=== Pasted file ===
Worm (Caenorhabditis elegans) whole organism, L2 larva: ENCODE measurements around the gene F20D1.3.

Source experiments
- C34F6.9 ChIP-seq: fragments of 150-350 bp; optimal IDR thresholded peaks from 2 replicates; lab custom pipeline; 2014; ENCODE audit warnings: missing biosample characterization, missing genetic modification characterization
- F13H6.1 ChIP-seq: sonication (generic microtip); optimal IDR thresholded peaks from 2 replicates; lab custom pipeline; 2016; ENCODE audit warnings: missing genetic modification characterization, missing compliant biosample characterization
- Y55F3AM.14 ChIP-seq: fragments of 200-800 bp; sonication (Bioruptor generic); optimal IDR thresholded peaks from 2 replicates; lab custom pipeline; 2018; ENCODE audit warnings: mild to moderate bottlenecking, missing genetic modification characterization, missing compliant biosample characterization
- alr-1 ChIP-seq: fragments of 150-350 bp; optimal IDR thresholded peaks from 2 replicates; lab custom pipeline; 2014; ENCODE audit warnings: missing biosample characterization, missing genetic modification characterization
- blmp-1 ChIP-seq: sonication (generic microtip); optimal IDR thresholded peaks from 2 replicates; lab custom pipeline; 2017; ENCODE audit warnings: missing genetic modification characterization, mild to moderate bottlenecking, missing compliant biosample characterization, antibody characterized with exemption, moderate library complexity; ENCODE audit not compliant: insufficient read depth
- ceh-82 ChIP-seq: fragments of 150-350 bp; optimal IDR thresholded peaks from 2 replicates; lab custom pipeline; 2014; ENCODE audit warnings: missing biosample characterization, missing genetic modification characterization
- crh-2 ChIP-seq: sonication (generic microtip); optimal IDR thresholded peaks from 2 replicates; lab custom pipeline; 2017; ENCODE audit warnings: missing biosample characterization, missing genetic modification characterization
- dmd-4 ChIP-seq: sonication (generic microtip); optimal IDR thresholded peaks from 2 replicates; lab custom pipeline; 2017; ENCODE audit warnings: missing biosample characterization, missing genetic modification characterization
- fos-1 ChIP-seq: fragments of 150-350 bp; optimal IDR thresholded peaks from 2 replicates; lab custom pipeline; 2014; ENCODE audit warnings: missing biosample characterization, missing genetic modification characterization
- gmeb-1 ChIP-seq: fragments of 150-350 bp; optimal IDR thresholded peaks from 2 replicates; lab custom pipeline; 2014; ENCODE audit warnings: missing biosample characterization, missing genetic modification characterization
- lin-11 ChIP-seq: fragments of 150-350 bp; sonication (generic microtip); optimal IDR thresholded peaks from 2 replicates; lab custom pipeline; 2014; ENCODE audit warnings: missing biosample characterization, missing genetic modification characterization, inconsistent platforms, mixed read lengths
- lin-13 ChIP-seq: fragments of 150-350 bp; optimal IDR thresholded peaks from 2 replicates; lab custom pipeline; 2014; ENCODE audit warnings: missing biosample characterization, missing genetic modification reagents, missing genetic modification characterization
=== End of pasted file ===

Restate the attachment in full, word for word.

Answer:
Worm (Caenorhabditis elegans) whole organism, L2 larva: ENCODE measurements around the gene F20D1.3.

Source experiments
- C34F6.9 ChIP-seq: fragments of 150-350 bp; optimal IDR thresholded peaks from 2 replicates; lab custom pipeline; 2014; ENCODE audit warnings: missing biosample characterization, missing genetic modification characterization
- F13H6.1 ChIP-seq: sonication (generic microtip); optimal IDR thresholded peaks from 2 replicates; lab custom pipeline; 2016; ENCODE audit warnings: missing genetic modification characterization, missing compliant biosample characterization
- Y55F3AM.14 ChIP-seq: fragments of 200-800 bp; sonication (Bioruptor generic); optimal IDR thresholded peaks from 2 replicates; lab custom pipeline; 2018; ENCODE audit warnings: mild to moderate bottlenecking, missing genetic modification characterization, missing compliant biosample characterization
- alr-1 ChIP-seq: fragments of 150-350 bp; optimal IDR thresholded peaks from 2 replicates; lab custom pipeline; 2014; ENCODE audit warnings: missing biosample characterization, missing genetic modification characterization
- blmp-1 ChIP-seq: sonication (generic microtip); optimal IDR thresholded peaks from 2 replicates; lab custom pipeline; 2017; ENCODE audit warnings: missing genetic modification characterization, mild to moderate bottlenecking, missing compliant biosample characterization, antibody characterized with exemption, moderate library complexity; ENCODE audit not compliant: insufficient read depth
- ceh-82 ChIP-seq: fragments of 150-350 bp; optimal IDR thresholded peaks from 2 replicates; lab custom pipeline; 2014; ENCODE audit warnings: missing biosample characterization, missing genetic modification characterization
- crh-2 ChIP-seq: sonication (generic microtip); optimal IDR thresholded peaks from 2 replicates; lab custom pipeline; 2017; ENCODE audit warnings: missing biosample characterization, missing genetic modification characterization
- dmd-4 ChIP-seq: sonication (generic microtip); optimal IDR thresholded peaks from 2 replicates; lab custom pipeline; 2017; ENCODE audit warnings: missing biosample characterization, missing genetic modification characterization
- fos-1 ChIP-seq: fragments of 150-350 bp; optimal IDR thresholded peaks from 2 replicates; lab custom pipeline; 2014; ENCODE audit warnings: missing biosample characterization, missing genetic modification characterization
- gmeb-1 ChIP-seq: fragments of 150-350 bp; optimal IDR thresholded peaks from 2 replicates; lab custom pipeline; 2014; ENCODE audit warnings: missing biosample characterization, missing genetic modification characterization
- lin-11 ChIP-seq: fragments of 150-350 bp; sonication (generic microtip); optimal IDR thresholded peaks from 2 replicates; lab custom pipeline; 2014; ENCODE audit warnings: missing biosample characterization, missing genetic modification characterization, inconsistent platforms, mixed read lengths
- lin-13 ChIP-seq: fragments of 150-350 bp; optimal IDR thresholded peaks from 2 replicates; lab custom pipeline; 2014; ENCODE audit warnings: missing biosample characterization, missing genetic modification reagents, missing genetic modification characterization